Explained | Why are Turkey and Greece at odds over islands in the Aegean Sea?

Greece and Turkey have had long-standing rival claims over the Aegean territory, even finding themselves on the brink of war over the issue in the past 

Greece and Turkey have had long-standing rival claims over the Aegean territory, even finding themselves on the brink of war over the issue in the past 

The story so far: Warning Greece “to stay away from dreams and actions” that it would later regret and urging it “to come to its senses”, Turkish President Recep Tayyip Erdogan on June 9 told the country to demilitarise islands in the Aegean Sea. Mr. Erdoğan added that he was “not joking” with the admonition.”

Turkey alleges that Greece has been building a military presence in violation of international treaties that guarantee the unarmed status of the Aegean islands. Meanwhile, Greece maintains that Turkey has deliberately misinterpreted the treaties, adding that it has legal grounds to defend itself.

In late April, the two NATO allies traded barbs about airspace violations over the Aegean Sea. Greece informed NATO about a series of overflights in the Aegean Sea by Turkish fighter jets. Turkey retaliated by saying that Greece was the one “instigating” tensions by carrying out “provocative flights” near Turkish coasts.

Why is the Aegean Sea at the centre of Greco-Turkish ties?

Map of the Aegean Sea

Map of the Aegean Sea

The Aegean Sea, spanning over two lakh square kilometres, is an arm of the Mediterranean Sea. It is located in the East Mediterranian Basin with the Greek peninsula to its west and Anatolia (consisting of the Asian side of Turkey) to its east. There are more than a thousand islands in the Aegean Sea, almost all Greek, and some within two kilometres of mainland Turkey or the Turkish west coast.

Greece and Turkey have been regional adversaries on a host of issues concerning the Aegean sea since the 1970s, both asserting rival claims over their borders in the Sea. They came to the brink of war in 1996 over a pair of uninhabited islets in the Aegean Sea, referred to as the Imia islets in Greece and as Kardak in Turkey. A Turkish cargo ship had run aground in Imia in December 1995 and both countries rushed to salvage it. Turkey rejected Greece’s help and its sovereignty over Imia. Shortly after, both countries moved their navies towards Imia, resulting in a standoff that spilled over into January of 1996. The issue attracted international concern as both countries began to mobilise their forces for war, however, global intervention prevented further escalation.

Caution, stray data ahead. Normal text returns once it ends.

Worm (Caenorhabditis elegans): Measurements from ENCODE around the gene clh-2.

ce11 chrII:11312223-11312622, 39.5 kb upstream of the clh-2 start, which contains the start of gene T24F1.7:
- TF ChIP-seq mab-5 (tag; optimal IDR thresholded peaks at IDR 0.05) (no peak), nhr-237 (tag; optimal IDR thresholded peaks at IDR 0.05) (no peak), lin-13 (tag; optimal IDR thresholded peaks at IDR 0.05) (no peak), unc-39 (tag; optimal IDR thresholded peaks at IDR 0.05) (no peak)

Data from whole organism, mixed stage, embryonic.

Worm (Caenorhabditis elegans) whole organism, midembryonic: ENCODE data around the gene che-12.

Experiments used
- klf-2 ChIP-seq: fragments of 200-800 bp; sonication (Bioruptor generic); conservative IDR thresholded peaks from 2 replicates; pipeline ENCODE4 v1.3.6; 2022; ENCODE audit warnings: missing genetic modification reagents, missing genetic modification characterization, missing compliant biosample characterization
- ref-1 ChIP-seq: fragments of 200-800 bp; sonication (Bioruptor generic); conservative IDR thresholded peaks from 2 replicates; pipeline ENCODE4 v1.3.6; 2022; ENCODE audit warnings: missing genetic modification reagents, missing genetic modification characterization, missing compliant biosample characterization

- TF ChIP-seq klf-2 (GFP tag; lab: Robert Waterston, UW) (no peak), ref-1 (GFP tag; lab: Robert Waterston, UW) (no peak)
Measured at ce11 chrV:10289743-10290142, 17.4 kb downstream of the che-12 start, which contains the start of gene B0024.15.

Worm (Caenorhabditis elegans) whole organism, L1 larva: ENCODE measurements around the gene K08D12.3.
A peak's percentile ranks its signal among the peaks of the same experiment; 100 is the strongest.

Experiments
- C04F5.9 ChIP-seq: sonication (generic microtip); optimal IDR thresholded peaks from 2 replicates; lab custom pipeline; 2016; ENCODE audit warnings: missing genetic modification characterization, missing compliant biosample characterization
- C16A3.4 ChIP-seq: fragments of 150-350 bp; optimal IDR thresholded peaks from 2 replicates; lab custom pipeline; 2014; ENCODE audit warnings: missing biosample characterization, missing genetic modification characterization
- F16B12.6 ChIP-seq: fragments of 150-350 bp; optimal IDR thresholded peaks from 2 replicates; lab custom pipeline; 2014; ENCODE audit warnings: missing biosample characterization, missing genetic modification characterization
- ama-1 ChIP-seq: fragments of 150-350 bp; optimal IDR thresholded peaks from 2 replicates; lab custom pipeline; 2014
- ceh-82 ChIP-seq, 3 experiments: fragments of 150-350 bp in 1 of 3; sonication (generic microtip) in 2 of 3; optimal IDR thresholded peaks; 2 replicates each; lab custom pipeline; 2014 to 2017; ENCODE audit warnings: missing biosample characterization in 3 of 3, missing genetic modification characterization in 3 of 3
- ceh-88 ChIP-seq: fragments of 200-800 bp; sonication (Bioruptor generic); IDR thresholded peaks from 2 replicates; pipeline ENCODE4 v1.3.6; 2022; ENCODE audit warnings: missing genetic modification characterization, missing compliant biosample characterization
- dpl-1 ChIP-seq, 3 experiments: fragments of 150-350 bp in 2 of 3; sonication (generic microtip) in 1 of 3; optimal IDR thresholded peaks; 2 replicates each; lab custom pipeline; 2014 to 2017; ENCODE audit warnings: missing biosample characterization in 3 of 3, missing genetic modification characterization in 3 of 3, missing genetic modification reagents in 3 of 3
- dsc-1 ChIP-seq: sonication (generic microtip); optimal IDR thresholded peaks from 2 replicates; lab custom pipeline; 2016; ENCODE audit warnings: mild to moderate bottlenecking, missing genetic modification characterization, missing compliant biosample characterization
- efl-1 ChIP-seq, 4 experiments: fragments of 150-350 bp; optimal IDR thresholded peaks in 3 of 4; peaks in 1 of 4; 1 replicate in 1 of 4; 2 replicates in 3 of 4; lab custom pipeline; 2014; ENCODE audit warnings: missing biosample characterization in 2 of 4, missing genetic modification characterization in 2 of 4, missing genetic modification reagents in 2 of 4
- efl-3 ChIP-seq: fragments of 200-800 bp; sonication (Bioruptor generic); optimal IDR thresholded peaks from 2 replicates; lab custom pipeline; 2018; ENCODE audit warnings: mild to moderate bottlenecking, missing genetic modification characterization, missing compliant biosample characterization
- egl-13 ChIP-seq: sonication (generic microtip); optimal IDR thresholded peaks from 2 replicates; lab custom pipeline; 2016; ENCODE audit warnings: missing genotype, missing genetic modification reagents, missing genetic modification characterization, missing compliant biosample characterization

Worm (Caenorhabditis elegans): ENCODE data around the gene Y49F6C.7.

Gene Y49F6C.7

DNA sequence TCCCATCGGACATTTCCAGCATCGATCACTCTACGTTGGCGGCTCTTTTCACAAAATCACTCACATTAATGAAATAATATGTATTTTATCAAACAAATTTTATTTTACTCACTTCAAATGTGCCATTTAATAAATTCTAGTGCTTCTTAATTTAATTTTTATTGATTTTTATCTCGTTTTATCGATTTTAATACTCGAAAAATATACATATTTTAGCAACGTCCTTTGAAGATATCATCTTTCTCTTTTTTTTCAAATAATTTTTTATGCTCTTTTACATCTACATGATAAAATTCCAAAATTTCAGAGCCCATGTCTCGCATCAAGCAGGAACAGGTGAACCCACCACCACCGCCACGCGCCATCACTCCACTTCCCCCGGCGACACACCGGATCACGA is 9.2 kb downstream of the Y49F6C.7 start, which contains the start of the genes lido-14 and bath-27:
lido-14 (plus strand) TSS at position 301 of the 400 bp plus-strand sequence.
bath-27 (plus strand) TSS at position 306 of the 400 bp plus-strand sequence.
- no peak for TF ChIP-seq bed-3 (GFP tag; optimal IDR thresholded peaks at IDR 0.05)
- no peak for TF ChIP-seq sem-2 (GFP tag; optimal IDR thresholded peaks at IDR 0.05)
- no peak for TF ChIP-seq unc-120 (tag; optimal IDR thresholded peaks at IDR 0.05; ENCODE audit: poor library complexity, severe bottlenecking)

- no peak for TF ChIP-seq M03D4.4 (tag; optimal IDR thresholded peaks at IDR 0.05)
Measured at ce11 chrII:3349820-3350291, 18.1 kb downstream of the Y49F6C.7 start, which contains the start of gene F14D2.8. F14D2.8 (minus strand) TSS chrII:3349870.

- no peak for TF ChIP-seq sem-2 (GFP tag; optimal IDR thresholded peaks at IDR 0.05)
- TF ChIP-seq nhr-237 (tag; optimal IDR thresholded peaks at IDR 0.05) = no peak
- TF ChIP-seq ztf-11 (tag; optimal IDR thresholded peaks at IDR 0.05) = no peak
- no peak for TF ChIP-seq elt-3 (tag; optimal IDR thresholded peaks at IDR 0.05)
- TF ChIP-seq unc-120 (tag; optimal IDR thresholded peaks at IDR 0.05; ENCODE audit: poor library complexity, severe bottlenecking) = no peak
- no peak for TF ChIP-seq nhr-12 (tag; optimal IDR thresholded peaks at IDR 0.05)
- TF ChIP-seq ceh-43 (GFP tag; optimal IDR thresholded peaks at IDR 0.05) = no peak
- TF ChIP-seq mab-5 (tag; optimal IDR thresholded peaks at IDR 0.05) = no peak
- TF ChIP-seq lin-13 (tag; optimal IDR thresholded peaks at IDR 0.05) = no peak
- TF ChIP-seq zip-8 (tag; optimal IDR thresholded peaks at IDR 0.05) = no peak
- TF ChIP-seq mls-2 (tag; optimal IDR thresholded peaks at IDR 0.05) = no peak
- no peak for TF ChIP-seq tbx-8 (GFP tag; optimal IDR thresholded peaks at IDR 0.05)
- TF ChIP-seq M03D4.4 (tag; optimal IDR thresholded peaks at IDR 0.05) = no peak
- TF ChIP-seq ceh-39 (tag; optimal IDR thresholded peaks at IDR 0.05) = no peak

Over the decades, attempts at resolving disagreements over the Aegean Sea have seen the involvement of multiple actors like the United Nations, the United States, European countries, the International Court of Justice, and NATO.

What do international treaties say about Aegean islands?

The Lausanne Treaty of 1923 was signed at the end of the First World War to settle the conflict between Turkey (the successor of the Ottoman Empire) and the Allied Powers including Greece. The Treaty defined the boundaries of Turkey and Greece, and several islands, islets and other major territories in the Aegean Sea beyond three miles from the Turkish coast were ceded to Greece, with the exception of three groups of islands. Under the terms of the Treaty and the Lausanne Convention of 1923, Greece was obligated to keep the islands demilitarised. The Treaty also opened up civilian shipping passage in the Turkish Straits and mandated Turkey to demilitarise the straits. Turkey also ceded Cyprus to the British.